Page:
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sinmotion

Emotional Reader

Lost in a book somewhere. Experiencing emotions.

Currently reading

On the Road
Jack Kerouac
A Heartbreaking Work of Staggering Genius
Dave Eggers
Jane Eyre
Michael Mason, Charlotte Brontë
A Game of Thrones (A Song of Ice and Fire #1)
George R.R. Martin, Roy Dotrice
Lover Avenged
J.R. Ward
This is Shyness
Leanne Hall
Between the Devil and the Deep Blue Sea
April Genevieve Tucholke
Cruel Beauty
Rosamund Hodge
Coda
Emma Trevayne
Blackout
Robison Wells

Under the Never Sky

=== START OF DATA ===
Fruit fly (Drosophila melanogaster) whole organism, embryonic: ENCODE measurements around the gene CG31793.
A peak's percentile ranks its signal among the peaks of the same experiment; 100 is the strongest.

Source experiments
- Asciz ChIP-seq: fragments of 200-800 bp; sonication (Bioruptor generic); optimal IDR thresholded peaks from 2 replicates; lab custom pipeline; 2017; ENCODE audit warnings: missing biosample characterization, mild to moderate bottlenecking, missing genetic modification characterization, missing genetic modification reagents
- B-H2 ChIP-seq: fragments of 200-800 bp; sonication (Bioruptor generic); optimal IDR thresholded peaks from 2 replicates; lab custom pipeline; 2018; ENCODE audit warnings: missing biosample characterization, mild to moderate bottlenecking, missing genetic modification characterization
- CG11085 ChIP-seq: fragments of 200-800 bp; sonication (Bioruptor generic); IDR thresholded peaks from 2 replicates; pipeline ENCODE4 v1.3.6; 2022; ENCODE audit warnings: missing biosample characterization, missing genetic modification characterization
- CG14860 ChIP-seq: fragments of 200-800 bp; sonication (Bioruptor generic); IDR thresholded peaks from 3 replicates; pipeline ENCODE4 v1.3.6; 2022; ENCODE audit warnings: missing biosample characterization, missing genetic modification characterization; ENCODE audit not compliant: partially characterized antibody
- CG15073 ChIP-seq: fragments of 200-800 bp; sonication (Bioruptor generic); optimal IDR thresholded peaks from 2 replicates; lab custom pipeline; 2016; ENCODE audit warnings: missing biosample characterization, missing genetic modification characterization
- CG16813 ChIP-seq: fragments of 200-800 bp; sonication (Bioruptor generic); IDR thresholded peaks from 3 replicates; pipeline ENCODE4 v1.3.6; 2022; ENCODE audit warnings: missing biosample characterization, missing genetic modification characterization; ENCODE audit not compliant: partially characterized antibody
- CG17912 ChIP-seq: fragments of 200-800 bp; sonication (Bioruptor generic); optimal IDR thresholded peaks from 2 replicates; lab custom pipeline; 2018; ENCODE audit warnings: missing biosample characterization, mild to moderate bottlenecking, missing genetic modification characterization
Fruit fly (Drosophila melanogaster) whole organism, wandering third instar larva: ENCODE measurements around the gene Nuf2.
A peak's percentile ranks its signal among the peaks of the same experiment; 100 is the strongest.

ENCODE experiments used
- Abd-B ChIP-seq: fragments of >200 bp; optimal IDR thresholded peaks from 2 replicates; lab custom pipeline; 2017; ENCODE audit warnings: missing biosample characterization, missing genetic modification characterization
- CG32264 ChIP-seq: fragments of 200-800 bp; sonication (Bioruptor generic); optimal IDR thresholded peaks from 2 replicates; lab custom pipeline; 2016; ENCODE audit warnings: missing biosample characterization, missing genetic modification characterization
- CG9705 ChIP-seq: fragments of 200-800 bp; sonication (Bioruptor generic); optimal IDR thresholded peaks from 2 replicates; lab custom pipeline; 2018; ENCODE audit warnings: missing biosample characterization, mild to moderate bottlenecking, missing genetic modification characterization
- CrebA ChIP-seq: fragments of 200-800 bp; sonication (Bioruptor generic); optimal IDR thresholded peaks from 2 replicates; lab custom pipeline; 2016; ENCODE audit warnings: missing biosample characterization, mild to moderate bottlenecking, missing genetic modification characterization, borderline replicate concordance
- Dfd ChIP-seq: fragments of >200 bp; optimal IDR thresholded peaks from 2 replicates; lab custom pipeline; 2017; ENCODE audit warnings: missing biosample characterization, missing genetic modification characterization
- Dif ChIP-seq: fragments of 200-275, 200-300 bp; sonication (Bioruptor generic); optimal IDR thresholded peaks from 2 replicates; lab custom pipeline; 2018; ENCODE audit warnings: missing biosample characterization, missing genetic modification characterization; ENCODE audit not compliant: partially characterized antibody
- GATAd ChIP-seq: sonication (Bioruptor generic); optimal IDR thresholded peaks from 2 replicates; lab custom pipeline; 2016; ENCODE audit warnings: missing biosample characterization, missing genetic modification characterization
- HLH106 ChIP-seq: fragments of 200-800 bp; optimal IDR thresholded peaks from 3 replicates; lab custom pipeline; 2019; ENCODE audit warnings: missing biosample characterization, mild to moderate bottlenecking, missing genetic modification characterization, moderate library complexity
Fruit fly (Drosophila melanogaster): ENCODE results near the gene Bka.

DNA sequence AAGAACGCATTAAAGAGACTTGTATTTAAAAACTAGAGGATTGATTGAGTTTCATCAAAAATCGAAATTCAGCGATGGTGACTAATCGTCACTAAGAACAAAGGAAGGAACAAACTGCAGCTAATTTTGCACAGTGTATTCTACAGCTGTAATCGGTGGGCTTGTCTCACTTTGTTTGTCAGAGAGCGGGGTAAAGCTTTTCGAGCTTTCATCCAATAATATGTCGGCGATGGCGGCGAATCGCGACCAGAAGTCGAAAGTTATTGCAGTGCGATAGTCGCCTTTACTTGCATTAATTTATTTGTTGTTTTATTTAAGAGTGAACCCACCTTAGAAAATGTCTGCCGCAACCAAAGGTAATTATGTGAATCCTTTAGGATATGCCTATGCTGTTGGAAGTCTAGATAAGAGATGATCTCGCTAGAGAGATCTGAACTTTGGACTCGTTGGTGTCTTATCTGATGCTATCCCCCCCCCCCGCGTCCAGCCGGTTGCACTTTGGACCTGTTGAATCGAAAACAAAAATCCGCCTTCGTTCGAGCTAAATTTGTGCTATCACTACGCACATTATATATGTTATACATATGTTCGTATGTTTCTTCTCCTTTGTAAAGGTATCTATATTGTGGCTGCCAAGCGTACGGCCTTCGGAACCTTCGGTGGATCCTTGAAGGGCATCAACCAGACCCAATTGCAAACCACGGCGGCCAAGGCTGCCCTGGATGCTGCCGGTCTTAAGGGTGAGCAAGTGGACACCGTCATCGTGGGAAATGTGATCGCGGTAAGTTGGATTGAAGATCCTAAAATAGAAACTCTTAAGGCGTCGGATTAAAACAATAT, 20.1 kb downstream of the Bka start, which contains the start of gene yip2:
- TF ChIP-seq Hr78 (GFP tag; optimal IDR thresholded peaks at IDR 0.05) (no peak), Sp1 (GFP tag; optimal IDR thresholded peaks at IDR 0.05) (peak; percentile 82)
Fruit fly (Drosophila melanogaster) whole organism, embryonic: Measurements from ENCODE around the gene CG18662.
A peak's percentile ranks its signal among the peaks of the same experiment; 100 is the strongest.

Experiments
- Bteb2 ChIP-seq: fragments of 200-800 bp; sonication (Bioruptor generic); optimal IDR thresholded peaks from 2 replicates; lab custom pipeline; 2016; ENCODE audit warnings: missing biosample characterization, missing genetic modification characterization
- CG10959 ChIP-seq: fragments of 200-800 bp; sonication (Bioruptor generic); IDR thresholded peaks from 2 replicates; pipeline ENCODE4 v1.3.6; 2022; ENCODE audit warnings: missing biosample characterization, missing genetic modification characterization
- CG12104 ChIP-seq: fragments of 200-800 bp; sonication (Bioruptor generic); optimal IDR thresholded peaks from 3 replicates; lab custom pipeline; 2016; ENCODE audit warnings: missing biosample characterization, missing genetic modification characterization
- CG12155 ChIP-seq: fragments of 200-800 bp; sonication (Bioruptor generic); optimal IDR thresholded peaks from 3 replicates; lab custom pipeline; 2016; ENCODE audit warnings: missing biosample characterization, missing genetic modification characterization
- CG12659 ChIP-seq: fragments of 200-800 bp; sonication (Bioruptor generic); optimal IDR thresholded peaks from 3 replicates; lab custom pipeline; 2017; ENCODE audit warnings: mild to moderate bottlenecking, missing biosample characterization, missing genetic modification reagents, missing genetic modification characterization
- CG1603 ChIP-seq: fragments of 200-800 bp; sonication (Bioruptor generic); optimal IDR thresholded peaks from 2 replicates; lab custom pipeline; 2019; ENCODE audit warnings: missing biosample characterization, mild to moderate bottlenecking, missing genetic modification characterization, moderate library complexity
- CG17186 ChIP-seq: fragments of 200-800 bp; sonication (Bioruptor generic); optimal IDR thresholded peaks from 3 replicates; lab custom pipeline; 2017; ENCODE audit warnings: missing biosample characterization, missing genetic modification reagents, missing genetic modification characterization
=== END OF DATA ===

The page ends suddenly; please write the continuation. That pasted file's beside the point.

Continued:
Under the Never Sky - This falls between 3.5 to 4 stars for me.There were a lot of things I loved about this book and a few things that weren't awful, but could be improved upon for the next two books. It was a page-turner for me, so that's always a good thing. This series has a WB film option already...I totally think this has the potential to be an amazing and visually stunning film. Of course they'd do it in 3-D, and with the right people in charge of that feat, it could very well be an amazing thing to experience. ETA proper review:(Proceed with caution, as this review is a little spoilerish to an extentBefore I read this book I had read some reviews that were on the fence and a little more “meh” about it and the heroine. Not many but some. For a lot of dystopian/post-apocalypse lovers it seems a female protagonist is only worth her title role if she’s a “badass” heroine, myself included. Hmmm, what is the badass heroine? Of course people know what they like, and seek out stories that can deliver on that, but I can’t help feeling like it’s a bit of a disservice to be off-put by a heroine who is not blatantly so…”badass” if you will. Despite that introductory, I don’t think it’s necessary to defend whether or not the heroine in this story is a “badass”. Notwithstanding her "unconventional" attributes of what is regarded as strength, I think more than anything she’ll maybe not become a remarkable heroine for most in this first book, because she’s not exceedingly one extreme or the other. She’s GASP!, pretty average. But to me, the world and talents Rossi builds within this story does a pretty good job at making up for the average heroine.Aria is from a futuristic Pod society where her whole life, she’s been told the civilization outside of her ivory tower fortress, Reverie, was full of savages who are the lowest of scum and dangerous. She’s also spent a good 80% of her waking life frolicking around in and out of different virtual environments via The Realms, “Better than real”. These Realms that appear to take Dwellers to different places are representative of the current and past world. However, they are very much an imitation, so the experience a person gets in one of these Realms is just an imitation of real life. Further more, the Dweller societies are unaware of their own strength and ability to reason. Because so much of their interaction is engineered for them (what they eat, how they entertain themselves, how they reproduce, their natural drives) they are very much out of touch with who they are as humans and how to fare in the natural world around them. Under the Never Sky is about two young adults who are from different places, in the same world, whose ancestors adapted in different ways to the same apocalyptic destruction their societies underwent. Both are on missions to recover a lost loved one. Aria is trying to learn what’s become of her scientist-engineer mother, Lumina, since losing all contact with her when their connection to communicate is unexpectedly severed. Believing a friend could help her with locating her mother, Aria finds herself caught up in her first near death experience, when this person she trusted betrays her. As a result, Aria is kicked out of Reverie and left for dead on the Outside, utterly alone and homeless and ill prepared for the harsh conditions of reality. Perry, struggling with the precarious survival of his tribe, finds himself colliding with Aria’s world after rescuing her from attack, only to find himself drawn into deeper problems when his beloved nephew, Talon, is kidnapped. Though Aria has a bit less of a strong start in navigating her new circumstances, I didn’t see her as weak and wimpy. She's definitely has a spine to her. I saw a girl who didn’t have the skills to survive like, and assume the position of, a “badass” from a lack off life experience. I’d say she tried her best to take care of herself and her business without constantly whining about it. She wasn’t lazy and asserted herself to learn. She also didn’t lose the sense of who she was as Aria, by experiencing hardships. It’s kind of nice that she didn’t morph into this jaded, calculating, and supreme fighter, yet still managed to shed many aspects of her ignorance, inability, and naiveté. Does anyone else feel that there is an expectation that heroines have to undergo grand transformations of “badassed-ship” to be considered worthy for YA girls to read? And I'm not talking about perpetuating harmful stereotypes, just the denouncing of heroines who are aren't natural fighters, hard-asses, and above average. Problems:My biggest criticism is that Rossi didn’t write fight scenes well enough for me to absorb them and feel anything beyond a pang of mild/passing annoyance with the “bad-guy”. 90% of the fights and skirmishes are delivered tensionless. If there is no tension during a fight scene, how am I to get emotionally involved? How am I to feel afraid and anxious for our hero/heroine if there is a lack of conceivable struggle and strife? Without it, their victories don’t feel hard-won enough and fall kinda flat. As a reader, I didn’t get to experience that utter relief and satisfaction that comes when the person we’re all rooting for has survived their battle, their fight. Is that not what we should feel after high-impact scenes? Furthermore, at times, I found it difficult to picture. Usually I can picture exactly how a fight scene looks, but sadly, most of the time, I struggled to envision them for this. And though Rossi doesn’t hold back on killing off some characters, she missed her mark by not being emotional enough. aren’t most to feel some notion of heart pang/sympathy/or semi-grief when Aria discovers Lumina and even Paisley dies? I mean, what’s the point if it’s going to come across as “no big deal” to the person it should hurt the most? There were also some scenes that I felt came across as unnatural for Aria. These are mainly regarding her last three chapters. I don't understand how she didn't seem more upset and scared about her being exposed at the Pod in Bliss. Awesomeness:Rossi writes sexual tension very well. Maybe she’s more of a lover and not a fighter, and that’s why the fight scenes are rather lifeless. The building of the relationship that’s forged between enemies, turned grudging allies, turned ardent lovers, is very nicely presented. I also liked Rossi didn’t feel the need to shy away from the more mature intimacy both Perry and Aria began sharing, doing so with care and without gratuitousness. I also like her version of how two people bond with each other and through their gifts, connect with each other. It’s really intimate. The pacing was good. Rossi also has explored what appears to be an original idea that I haven’t read about before. Also, I like when there are new words to add to my series lingo. Render. I really like the term render in this book and how it happens. I like that no one seemed to lose site of their goals, recovering their loved ones. Both Perry and Aria, though they fall for each other, still very much stick to their responsibilities. For a series, there was no OMG, this is so frustrating cliff-hanger, but it does obviously let the reader know that there is more to come. Final ThoughtsAll-in-all, I am still interested in this series and am excited about the next installment. I recommend this book for the mature YA audience, as there is sex and sexual situations that are explored and talked about in the book, though handled with care, and there is some violence. Lovers of Dystopias Post-Apocalypse that enjoy a budding romance as well can dive in and appreciate what they’ll find.